With Liverpool failing to press their advantage after favourable results in the Manchester United and Tottenham matches, and coming as it did shortly after a disappointing end to the transfer window, most fans ended Sunday focused dourly on Liverpool having dropped two points to West Brom at the Hawthornes. Manager Brendan Rodgers didn't see things quite the same way.
"We had good control of the game," Rodgers insisted at the post match press conference. "There weren't many chances but I always felt that we dominated possession and looked dangerous with the ball. It was just one of those unfortunate things where we made the mistake and we got punished for it. Hopefully in the future we'll see it as a point gained."
The statistics didn't quite back Rodgers up on this occasion, as the two sides shared possession evenly and took as many shots on goal—with West Brom actually on target more often than Liverpool. It would be hard to argue the visitors were outplayed, but it would also have been difficult for most to argue they deserved to win on the run of play, and the numbers seem to back that up.
For Rodgers, though, trying to see it as a point gained rather than two lost wasn't the only worthy endeavour in the aftermath. He also wanted to step back and look at the bigger picture, seeking to compare the four point improvement against West Brom this season to a very disappointing pair of results in last year's matches against the Baggies.
"It tells you everything about our expectancy now," continued the manager. "We came here and lost, and lost at home to West Brom, last year. So to get four points out of six shows the improvement. For us to be disappointed with a point away from home in the Barclays Premier League shows the growth of the team. We've done brilliantly up until this point.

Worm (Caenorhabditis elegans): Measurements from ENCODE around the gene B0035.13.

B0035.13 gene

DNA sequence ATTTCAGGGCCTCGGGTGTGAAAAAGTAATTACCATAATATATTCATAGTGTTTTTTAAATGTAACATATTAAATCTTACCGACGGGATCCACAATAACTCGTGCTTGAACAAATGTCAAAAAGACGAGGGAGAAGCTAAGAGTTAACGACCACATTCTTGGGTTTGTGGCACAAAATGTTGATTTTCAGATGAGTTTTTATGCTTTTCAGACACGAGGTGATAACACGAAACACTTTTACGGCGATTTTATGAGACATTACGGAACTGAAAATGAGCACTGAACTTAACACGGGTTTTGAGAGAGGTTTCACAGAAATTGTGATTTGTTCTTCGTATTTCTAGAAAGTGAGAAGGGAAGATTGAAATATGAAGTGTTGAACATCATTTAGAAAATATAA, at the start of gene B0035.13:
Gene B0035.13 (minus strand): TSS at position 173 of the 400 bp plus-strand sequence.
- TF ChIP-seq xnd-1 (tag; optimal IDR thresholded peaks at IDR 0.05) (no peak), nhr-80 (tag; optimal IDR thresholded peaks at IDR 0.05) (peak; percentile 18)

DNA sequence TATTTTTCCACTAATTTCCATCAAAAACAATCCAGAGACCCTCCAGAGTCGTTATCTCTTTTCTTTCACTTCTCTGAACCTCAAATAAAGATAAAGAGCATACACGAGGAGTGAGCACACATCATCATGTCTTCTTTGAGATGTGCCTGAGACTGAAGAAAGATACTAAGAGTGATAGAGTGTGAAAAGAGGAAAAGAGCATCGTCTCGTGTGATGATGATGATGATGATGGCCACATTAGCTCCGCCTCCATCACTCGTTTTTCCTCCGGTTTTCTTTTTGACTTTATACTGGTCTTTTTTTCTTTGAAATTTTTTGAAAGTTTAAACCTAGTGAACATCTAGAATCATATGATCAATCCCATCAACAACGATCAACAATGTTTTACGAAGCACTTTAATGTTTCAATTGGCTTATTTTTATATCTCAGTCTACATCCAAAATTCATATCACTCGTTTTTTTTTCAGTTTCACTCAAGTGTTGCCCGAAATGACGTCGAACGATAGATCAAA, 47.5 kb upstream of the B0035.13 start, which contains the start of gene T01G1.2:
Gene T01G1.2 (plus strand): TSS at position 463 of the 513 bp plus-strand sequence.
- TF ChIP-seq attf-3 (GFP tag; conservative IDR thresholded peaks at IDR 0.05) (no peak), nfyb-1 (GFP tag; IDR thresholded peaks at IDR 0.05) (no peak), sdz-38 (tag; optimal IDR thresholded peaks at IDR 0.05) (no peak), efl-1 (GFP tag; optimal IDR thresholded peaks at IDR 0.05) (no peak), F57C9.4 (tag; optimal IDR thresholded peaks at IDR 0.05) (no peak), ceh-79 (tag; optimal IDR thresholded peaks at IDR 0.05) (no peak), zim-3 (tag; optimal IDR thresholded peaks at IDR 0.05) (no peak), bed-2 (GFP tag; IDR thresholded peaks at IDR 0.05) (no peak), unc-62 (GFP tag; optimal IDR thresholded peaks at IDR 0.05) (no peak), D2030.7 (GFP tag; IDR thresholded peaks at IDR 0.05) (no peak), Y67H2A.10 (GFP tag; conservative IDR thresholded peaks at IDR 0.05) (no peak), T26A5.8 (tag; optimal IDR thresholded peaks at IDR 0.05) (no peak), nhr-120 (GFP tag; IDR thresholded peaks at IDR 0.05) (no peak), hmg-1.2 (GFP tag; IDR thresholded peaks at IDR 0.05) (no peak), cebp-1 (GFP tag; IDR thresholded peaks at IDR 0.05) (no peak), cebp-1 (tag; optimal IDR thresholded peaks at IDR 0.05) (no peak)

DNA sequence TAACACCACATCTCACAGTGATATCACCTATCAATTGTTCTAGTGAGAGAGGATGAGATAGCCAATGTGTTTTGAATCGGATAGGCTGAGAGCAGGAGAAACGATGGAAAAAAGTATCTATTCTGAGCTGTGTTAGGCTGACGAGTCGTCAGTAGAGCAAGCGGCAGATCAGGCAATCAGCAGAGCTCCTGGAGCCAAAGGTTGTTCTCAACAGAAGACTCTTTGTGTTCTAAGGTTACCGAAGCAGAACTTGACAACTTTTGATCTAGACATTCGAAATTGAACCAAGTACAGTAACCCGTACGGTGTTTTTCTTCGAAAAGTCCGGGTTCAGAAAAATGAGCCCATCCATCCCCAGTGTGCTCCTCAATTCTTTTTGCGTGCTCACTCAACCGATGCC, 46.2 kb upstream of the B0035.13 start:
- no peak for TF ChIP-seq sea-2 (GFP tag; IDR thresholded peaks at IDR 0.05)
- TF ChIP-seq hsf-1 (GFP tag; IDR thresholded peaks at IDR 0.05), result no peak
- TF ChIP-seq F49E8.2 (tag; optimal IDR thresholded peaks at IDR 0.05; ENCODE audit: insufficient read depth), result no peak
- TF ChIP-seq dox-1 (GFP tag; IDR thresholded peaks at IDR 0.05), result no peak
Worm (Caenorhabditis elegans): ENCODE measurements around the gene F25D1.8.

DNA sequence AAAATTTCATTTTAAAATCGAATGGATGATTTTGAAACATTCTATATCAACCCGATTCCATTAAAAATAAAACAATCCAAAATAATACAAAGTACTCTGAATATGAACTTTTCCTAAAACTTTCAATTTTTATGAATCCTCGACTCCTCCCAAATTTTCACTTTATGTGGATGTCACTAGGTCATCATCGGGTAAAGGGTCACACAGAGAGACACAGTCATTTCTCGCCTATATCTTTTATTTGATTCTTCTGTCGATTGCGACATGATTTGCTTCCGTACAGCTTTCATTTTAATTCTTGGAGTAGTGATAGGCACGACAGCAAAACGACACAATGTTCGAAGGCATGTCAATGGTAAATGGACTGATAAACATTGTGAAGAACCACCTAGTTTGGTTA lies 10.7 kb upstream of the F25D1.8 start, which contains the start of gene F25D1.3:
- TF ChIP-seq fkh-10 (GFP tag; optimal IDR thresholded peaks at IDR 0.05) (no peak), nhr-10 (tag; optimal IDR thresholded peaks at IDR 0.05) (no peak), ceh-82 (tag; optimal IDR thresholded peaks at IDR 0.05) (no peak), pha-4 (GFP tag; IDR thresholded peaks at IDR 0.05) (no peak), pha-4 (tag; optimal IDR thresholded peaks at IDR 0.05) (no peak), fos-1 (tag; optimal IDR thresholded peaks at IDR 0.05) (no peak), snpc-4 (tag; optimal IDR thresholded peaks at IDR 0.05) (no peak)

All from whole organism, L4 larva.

"We've got 14 games to go and we're still in a great position with big games to play, and the squad is very focused on our objectives. I'm very happy with the players that I have here and we'll fight right until the end to arrive where we want to."
There may be room for the sliver of upside Rodgers is insistent on finding, but with Everton and Tottenham still close on their heels, if Liverpool's season doesn't end with a top four finish it will be results like Sunday's fans and the manager alike look back on with regret come the end of the season. And pressed on the point, Rodgers was willing to at least admit that.
"Unfortunately for us, it has cost us two points," Rodgers said, turning his attention to the mistake that led to West Brom's equaliser. "Hopefully we'll see it as a point gained at the end of the season. There are times when you have to go slightly longer in your build-up—it's just the decision-making. But will I ever ask a player, when he's in maybe 20 yards of space, to not accept and receive the ball?
"Never, because that's how we work and how we play. It's an exciting way to play football, though sometimes it will hurt us. But it wasn't so much the playing out from the back, it was just the decision-making today."
It was also a failure by Liverpool to convince for long stretches that cost them. West Brom's equaliser was fortunate, but despite Rodgers' earlier insistence, a draw was the fair outcome. Yet it's also the sort of ugly, unconvincing game a side hoping to make top four has to win its fair share of to succeed, and things only get harder for Liverpool next weekend when Arsenal come to town.